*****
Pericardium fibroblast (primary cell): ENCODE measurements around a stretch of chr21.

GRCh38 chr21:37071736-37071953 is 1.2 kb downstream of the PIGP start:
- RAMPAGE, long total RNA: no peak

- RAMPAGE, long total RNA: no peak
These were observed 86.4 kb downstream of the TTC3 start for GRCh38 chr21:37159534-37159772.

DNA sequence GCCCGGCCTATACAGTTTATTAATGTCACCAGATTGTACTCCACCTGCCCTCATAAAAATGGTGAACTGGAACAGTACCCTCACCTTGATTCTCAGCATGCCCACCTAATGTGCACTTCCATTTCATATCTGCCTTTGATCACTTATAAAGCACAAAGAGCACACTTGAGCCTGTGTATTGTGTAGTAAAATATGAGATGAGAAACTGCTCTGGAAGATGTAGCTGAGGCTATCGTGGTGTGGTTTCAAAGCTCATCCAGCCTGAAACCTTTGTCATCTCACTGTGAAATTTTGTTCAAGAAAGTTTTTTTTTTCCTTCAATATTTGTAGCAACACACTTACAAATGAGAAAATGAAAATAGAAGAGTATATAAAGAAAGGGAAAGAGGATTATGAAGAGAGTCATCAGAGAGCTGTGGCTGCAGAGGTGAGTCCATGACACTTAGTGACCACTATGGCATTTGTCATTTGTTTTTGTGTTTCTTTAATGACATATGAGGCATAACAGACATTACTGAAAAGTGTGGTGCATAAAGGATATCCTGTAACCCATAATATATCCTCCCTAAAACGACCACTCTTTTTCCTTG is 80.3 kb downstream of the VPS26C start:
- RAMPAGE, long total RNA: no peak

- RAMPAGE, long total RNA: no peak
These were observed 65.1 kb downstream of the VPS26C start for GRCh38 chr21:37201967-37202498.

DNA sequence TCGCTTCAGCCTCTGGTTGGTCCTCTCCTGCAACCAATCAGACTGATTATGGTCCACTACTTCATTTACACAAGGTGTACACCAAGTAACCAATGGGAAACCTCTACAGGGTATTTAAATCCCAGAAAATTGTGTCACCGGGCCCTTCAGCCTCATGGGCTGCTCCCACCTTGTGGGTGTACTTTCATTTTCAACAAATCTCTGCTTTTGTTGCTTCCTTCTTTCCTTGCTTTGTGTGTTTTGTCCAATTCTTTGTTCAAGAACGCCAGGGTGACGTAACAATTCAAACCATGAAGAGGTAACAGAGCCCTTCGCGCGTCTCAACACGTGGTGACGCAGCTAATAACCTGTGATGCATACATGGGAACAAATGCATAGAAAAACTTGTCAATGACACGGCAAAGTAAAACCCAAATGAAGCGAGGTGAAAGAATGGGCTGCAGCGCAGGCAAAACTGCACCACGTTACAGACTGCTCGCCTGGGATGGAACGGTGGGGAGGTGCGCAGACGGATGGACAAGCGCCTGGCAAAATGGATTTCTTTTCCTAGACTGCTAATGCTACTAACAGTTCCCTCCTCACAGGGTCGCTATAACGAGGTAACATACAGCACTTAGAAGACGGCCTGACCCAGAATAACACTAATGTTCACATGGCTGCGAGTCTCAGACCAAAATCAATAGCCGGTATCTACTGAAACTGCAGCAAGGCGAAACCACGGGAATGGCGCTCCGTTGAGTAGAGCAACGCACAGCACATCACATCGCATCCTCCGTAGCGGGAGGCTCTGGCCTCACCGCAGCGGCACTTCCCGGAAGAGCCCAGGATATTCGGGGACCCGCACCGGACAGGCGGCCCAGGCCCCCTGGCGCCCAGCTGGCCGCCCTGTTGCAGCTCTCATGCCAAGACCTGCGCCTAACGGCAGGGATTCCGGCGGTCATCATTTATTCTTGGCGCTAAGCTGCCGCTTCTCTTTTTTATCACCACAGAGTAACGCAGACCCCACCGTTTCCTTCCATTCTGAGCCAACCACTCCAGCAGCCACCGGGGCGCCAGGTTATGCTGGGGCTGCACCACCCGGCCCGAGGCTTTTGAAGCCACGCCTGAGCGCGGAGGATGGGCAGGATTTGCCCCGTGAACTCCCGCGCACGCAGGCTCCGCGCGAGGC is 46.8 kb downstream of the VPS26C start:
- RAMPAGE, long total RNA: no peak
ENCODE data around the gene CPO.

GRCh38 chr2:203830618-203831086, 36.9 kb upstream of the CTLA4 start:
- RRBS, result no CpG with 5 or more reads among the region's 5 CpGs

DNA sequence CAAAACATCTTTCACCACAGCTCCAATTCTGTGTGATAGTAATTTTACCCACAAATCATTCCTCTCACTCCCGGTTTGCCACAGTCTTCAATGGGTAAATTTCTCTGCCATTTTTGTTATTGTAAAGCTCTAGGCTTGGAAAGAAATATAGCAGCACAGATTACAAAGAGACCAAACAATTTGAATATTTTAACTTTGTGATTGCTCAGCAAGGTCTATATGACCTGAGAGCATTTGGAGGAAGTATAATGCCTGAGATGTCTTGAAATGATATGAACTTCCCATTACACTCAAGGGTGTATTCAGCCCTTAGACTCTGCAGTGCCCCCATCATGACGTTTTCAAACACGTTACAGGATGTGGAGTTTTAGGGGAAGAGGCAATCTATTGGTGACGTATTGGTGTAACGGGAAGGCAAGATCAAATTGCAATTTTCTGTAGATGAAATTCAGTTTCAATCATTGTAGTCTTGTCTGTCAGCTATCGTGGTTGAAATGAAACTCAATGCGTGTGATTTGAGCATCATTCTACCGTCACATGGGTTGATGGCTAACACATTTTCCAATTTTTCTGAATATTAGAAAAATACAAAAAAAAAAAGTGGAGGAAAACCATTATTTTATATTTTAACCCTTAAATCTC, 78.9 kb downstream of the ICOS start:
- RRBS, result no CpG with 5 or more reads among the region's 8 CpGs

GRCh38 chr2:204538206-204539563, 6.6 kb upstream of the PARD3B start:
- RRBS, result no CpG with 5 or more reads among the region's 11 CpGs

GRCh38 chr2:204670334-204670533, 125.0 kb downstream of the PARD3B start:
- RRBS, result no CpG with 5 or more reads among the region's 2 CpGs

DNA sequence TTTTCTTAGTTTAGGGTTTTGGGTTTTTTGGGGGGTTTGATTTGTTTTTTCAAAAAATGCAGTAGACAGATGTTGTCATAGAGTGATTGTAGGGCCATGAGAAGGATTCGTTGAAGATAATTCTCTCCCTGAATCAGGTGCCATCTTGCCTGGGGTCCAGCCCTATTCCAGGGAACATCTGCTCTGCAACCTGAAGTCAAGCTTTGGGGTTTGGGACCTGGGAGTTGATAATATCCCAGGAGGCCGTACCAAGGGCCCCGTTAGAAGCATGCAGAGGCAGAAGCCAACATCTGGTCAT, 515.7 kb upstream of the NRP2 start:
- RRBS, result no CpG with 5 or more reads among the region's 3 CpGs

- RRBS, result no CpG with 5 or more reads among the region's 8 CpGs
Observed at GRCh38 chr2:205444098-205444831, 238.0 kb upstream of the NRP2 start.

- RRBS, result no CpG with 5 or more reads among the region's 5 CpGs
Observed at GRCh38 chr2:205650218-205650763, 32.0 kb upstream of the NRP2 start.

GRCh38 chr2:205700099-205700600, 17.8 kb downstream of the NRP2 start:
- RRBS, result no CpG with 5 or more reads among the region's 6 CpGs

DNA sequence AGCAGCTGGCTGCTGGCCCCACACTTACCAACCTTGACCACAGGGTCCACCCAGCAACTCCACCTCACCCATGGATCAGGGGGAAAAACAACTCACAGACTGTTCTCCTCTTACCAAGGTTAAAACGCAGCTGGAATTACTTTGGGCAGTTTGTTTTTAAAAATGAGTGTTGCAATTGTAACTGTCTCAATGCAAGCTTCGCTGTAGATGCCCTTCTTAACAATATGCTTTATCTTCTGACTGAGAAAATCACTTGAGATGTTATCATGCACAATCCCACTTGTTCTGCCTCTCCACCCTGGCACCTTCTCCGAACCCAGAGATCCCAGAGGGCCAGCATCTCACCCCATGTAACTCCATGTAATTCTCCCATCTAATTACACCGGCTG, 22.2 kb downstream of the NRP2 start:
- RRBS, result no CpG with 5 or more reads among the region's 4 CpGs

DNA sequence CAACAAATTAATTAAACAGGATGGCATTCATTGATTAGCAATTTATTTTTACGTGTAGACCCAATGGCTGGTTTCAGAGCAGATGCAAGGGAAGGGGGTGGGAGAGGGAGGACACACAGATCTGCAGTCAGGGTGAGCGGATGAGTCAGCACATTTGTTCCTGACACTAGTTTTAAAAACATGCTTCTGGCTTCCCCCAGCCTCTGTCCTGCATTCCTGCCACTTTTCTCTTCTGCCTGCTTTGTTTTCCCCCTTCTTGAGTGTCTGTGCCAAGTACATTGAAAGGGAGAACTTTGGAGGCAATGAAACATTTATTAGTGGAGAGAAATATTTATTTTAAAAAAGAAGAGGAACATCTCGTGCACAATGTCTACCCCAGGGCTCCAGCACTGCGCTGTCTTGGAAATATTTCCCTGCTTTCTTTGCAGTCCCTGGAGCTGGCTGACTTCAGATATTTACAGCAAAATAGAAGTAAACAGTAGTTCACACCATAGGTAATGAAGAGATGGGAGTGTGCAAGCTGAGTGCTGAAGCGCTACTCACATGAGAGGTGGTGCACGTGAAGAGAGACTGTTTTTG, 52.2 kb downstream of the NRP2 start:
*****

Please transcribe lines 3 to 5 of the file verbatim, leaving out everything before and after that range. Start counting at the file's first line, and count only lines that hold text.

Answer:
- RAMPAGE, long total RNA: no peak

- RAMPAGE, long total RNA: no peak
These were observed 86.4 kb downstream of the TTC3 start for GRCh38 chr21:37159534-37159772.